Game Development Reference
In-Depth Information
Figure 12.17 Bicycles
because it does not permit simultaneous control of speed. One of the disadvantages
of the manual solution is the unavailability of one or even both hands to perform
some other task;
Head: some authors (Bourdot et al., 1999) proposed controlling the movements
with the help of headmovements. In this case, the headmovements can be recorded
and retranscribed in the form of movement. Movement control based on head
movements has the disadvantage of not being able to look in a direction differ-
ent than the direction of movement. The head is often used as a supplement to
another mode of control. It makes it possible to control the direction of the eyes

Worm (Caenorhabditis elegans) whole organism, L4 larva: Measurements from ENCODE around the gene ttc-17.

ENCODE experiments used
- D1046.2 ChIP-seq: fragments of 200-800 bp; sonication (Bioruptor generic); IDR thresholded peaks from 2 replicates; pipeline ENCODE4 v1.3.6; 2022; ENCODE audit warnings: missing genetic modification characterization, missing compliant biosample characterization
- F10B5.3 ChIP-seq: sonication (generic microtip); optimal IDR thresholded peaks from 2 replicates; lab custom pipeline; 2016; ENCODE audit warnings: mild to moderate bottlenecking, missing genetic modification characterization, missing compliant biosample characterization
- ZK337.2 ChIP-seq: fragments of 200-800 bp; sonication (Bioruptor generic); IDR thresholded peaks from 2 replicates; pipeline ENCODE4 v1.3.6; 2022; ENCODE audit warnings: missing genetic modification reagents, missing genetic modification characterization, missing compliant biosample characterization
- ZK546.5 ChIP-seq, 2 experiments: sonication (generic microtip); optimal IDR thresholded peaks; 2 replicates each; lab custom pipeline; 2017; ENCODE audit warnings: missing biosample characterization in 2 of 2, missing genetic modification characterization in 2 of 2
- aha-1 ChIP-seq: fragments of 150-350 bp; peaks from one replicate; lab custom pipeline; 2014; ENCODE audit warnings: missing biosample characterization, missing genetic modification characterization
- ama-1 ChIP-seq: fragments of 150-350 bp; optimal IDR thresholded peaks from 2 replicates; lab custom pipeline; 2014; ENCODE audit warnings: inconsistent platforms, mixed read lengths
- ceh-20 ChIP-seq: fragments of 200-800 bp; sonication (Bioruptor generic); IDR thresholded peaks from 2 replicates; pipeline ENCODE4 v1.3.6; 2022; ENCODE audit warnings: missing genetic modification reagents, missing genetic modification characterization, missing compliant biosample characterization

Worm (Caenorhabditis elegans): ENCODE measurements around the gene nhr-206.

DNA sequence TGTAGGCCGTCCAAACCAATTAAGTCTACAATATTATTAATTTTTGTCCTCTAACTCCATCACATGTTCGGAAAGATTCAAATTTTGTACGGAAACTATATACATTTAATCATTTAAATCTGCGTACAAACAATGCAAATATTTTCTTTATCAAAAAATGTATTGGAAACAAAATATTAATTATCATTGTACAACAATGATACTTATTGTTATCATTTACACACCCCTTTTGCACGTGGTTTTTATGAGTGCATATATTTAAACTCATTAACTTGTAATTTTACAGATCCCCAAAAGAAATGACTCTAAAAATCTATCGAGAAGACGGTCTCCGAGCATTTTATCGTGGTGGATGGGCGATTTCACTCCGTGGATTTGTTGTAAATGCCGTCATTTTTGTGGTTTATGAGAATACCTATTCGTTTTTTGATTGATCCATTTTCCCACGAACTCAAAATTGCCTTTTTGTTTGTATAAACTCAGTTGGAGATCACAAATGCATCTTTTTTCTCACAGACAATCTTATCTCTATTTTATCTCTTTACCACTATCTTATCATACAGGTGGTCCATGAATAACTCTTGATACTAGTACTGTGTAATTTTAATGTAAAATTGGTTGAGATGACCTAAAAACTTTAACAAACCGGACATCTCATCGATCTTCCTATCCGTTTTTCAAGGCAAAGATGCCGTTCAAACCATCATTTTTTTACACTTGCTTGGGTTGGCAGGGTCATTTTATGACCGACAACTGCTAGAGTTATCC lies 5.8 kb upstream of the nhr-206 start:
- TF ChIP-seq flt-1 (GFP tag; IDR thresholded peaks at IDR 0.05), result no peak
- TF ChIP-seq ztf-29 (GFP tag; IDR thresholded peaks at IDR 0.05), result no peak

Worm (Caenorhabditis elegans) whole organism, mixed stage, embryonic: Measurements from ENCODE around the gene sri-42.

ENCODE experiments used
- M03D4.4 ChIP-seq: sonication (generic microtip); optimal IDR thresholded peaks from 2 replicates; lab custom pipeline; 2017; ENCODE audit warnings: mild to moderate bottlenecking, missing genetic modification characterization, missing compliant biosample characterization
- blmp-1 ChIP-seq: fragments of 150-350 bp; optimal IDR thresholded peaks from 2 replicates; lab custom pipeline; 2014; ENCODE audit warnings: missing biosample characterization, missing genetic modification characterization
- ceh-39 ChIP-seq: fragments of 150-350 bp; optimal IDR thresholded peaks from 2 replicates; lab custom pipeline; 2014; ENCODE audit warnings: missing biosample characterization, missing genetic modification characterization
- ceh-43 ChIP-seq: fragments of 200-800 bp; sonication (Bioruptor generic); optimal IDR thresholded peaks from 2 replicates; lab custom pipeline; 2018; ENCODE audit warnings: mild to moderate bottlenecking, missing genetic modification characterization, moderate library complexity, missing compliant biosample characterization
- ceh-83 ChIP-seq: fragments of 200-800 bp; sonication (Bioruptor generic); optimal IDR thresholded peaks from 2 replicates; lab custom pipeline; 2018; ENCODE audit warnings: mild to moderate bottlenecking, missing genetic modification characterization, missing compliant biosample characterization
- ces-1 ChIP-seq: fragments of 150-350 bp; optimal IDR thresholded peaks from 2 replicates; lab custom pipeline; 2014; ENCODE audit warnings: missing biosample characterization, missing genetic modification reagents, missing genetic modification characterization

independent of the direction of movement. This solution is compatible with most
techniques described here.
Torso: also, in order to leave the hands and head free for other tasks, some authors
propose controlling movement by orientation of the torso. This solution has the
advantage of using the orientation of the torso that is naturally turned in the
direction of the movement.
Instrumented control
Other instruments can be proposed for controlling movements such as a joystick,
gamepads, or a wand (see chapter 7 on manual motor interfaces) similar to the driving
cabin. Movement of the world in relation to the person
“Grab the air''
Inspired by 2D movement interfaces where the scene is “grabbed'' with the mouse
in order to move it, the “grab the air'' solution (Mapes & Moshell, 1995) consists
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